President Obama recently released his education reform plan. Two critical components are incentives for all day kindergarten and additional funding for Pre-K and early childhood programs. A fair question raised by many critics is simply this: will these programs actually make a difference in the battle to end child poverty?
All day kindergarten has been, until recently, controversial. Research from the 1970s and 1980s showed that the results of day-long kindergarten were mixed; meaning all-day kindergarten was not a good investment of public money. Two big social changes have increased the impact of programs like all day kindergarten: the rise in the number of single parent households and the number of working poor families where both parents work. Even in the 1970s, the dominant household organization was a working father and a stay at home mother. The U.S. will never go back to that model, and anyone suggesting that this should be our goal is being completely unrealistic.
A summary of more recent research shows that all day kindergarten has an unquestionably positive impact on children, and especially children of at risk families. In fact, even in states where the entire state government is republican such as Michigan, all day Kindergarten has caught on. However, like all education programs, it is not the time in class but the quality of the programming that makes the difference. At least President Obama’s plan to incentivize states to offer quality all day kindergarten should receive bipartisan support.
Pre-k education programs are far more controversial. Many conservatives have actually spoken out against pre-k and early childhood programs, citing research that shows them to be ineffective or even damaging to children. From the same article in Education Liberty Watch, we see that "..researchers concluded that preschool has a positive impact on reading and mathematics scores in the short term and a negative effect on behavior. While the positive academic impacts mostly fade away by the spring of the first grade, the negative effects persist into the later grades."
Consequently, President Obama has a tough case to make with many people regarding the return on investment when it comes to dollars spent on early childhood programs.
What the administration has rightfully focused on its proposed reform plan is quality early childhood programs. The Harvard Center on the Developing Child has published several briefs, describing the parameters around what defines a quality early childhood program. The Harvard Center has shown that some programs have a return on investment as high as 9 to 1 in terms of positive economic impact versus dollars spent. Like any educational setting, the outcomes are determined by the quality of the staff and the appropriateness of the programming.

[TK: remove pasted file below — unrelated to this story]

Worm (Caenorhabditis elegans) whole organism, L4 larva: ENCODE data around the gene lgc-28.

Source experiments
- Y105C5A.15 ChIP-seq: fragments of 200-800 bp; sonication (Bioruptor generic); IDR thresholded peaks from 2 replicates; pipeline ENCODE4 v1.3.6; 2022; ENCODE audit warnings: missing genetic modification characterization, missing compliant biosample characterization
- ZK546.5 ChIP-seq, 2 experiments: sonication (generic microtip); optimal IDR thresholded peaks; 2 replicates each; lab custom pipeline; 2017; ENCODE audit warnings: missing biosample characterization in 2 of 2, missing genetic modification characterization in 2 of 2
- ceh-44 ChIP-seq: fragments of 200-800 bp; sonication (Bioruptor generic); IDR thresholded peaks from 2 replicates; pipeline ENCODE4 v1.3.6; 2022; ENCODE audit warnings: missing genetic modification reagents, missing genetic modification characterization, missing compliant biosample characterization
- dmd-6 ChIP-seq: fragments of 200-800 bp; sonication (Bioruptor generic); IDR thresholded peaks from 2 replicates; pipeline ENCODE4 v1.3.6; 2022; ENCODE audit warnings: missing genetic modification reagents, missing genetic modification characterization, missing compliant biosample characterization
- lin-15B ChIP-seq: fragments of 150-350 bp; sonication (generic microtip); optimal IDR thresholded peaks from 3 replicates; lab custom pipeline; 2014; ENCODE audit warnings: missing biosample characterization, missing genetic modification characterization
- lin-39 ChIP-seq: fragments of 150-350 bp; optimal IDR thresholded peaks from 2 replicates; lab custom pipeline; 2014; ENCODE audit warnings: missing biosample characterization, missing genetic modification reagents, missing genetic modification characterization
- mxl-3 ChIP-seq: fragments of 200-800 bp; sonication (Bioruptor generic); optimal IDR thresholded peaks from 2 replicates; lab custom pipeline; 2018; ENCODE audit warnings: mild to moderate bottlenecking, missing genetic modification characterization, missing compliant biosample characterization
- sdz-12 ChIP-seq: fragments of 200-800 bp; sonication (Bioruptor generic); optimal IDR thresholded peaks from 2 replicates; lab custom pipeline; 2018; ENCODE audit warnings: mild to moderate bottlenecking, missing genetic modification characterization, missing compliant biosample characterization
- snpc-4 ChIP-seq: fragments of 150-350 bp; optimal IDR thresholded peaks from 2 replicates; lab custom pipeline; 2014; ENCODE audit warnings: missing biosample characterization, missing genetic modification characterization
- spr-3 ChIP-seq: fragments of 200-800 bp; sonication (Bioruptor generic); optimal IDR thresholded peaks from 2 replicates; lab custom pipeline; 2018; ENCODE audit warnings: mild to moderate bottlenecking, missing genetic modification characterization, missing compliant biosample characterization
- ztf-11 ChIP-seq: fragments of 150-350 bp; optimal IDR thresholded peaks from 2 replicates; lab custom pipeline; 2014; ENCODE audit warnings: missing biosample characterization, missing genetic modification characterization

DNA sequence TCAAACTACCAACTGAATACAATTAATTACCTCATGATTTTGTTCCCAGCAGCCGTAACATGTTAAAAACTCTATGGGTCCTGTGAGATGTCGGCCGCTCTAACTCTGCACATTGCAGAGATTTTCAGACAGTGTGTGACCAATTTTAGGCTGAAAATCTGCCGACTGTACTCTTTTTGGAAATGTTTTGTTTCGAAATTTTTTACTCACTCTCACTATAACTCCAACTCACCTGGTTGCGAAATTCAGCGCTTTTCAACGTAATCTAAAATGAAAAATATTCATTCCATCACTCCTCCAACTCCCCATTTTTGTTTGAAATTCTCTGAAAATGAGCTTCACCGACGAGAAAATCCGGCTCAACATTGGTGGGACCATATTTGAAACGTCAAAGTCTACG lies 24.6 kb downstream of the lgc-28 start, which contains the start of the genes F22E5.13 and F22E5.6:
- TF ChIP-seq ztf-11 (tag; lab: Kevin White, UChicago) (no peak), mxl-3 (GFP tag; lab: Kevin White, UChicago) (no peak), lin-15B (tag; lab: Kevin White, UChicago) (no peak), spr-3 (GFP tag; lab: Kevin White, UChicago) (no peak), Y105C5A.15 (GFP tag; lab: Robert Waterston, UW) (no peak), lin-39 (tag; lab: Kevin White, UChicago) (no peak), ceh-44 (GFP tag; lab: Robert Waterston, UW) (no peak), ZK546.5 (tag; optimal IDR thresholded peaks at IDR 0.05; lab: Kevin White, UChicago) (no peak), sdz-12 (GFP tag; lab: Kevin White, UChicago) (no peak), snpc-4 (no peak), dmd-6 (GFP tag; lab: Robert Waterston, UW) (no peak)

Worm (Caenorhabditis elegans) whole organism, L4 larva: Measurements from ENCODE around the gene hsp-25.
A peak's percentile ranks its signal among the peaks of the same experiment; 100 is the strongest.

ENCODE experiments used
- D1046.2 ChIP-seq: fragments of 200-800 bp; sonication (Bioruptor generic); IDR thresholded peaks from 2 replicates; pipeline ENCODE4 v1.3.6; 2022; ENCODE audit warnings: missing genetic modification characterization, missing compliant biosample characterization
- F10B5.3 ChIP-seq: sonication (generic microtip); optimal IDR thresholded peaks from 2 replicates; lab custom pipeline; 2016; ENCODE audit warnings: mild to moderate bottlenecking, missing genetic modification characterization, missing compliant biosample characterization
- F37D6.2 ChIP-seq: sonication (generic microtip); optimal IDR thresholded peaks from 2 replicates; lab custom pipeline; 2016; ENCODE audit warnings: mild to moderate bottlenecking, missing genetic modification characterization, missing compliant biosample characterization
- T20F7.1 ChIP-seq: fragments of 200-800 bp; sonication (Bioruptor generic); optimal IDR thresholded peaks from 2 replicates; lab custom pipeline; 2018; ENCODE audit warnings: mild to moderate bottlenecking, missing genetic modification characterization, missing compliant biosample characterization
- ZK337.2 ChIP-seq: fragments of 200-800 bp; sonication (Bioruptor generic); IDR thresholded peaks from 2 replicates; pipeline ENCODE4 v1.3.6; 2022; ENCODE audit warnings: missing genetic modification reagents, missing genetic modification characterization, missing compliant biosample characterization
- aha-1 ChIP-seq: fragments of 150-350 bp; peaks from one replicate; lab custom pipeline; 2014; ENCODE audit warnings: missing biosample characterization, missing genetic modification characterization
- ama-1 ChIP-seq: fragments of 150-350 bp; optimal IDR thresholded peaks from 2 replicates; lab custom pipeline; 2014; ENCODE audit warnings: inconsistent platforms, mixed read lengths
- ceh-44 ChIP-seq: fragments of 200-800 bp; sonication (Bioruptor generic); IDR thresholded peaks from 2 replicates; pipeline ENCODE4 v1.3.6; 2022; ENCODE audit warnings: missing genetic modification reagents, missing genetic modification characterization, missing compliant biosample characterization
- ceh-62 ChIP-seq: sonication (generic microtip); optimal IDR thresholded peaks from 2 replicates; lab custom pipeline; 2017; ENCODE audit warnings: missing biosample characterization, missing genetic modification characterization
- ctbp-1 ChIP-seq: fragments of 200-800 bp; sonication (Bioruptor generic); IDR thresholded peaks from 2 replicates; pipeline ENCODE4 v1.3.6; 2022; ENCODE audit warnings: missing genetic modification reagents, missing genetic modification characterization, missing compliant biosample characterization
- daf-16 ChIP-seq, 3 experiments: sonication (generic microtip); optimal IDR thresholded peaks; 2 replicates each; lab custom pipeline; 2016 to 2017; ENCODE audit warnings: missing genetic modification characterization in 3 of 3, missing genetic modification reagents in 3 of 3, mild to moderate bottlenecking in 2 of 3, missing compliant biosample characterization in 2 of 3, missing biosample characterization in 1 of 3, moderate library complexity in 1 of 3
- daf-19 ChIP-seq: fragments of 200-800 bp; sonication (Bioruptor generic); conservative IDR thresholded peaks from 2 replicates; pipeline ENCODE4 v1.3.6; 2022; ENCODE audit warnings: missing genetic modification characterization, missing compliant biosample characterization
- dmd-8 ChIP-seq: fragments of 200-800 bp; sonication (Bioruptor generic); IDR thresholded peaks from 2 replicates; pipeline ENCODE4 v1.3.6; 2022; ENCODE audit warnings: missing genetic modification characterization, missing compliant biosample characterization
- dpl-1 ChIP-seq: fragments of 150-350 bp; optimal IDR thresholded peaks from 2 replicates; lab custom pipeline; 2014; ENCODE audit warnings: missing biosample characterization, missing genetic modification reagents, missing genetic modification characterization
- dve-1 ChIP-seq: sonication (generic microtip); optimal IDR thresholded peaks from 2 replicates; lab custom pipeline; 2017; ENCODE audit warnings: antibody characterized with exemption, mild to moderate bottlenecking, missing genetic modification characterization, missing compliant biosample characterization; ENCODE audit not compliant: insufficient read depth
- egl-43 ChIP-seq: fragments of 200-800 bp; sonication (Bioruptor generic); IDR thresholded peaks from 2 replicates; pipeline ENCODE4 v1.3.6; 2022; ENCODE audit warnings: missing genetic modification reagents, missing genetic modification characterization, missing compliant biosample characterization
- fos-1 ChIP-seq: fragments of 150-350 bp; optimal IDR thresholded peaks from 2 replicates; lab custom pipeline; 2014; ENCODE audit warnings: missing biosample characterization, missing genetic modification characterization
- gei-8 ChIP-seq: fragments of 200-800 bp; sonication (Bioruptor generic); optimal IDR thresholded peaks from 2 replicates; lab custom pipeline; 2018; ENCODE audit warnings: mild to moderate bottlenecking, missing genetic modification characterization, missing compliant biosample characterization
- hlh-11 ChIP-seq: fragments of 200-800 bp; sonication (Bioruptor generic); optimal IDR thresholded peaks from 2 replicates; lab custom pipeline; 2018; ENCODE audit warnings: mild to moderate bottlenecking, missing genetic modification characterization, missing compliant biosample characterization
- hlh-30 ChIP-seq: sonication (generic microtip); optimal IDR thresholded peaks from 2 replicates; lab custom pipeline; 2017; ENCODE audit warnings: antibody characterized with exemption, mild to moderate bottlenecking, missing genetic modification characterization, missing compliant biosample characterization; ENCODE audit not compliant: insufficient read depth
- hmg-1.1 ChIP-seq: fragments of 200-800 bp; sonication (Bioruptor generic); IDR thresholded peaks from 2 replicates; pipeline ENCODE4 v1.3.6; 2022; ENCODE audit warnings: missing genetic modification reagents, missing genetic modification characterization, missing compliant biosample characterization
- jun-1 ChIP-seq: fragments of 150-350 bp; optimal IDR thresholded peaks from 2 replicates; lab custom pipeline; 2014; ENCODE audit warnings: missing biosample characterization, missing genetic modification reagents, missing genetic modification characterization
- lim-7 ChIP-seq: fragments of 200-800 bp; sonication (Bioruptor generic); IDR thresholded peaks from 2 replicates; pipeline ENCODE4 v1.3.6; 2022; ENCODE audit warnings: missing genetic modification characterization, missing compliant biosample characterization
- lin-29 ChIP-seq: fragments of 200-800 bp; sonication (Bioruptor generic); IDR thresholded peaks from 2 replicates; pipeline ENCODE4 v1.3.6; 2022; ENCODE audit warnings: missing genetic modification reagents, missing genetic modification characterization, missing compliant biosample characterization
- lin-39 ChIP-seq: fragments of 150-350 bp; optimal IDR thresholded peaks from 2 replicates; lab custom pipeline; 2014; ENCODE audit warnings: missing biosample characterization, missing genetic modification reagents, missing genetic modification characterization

A recent meta-analysis on bestevidence.org showed that highly effective programs have significant impacts, while others show no difference from control groups who did not attend these ineffective programs. More time in a school setting des not correlate with better outcomes. It is most certainly the quality of the program that matters most, and these impacts appear to be lifelong.
It is one thing to identify savings in terms of reduced consumption of services, less likely to repeat a grade, etc. However, the open question is still, will these focused programs truly help to reduce childhood poverty? The Center for American Progress had published an article in 2011 highlighting the effects of childhood poverty. For example, children from poverty are 10 times more likely to drop out of high school, ensuring that the cycle of childhood poverty will continue into the next generation.
However, participants in high quality childhood education programs such as the High Scope Perry Preschool in Ypsilanti, Michigan were significantly more likely to graduate from school, stay out of jail, and break the cycle of poverty. Early childhood programs will help end childhood poverty not by somehow raising the status of children currently in poverty, but by helping these child break the cycle of poverty through greater success later in life. High risk participants of high quality early childhood programs are much more likely to escape poverty, guaranteeing a better life for themselves and the next generation.
The tough sell for the Obama plan will be helping the current Congress to understand the difference between block grants for programs with no accountability and targeted funding for high quality programs, which have high returns on investment.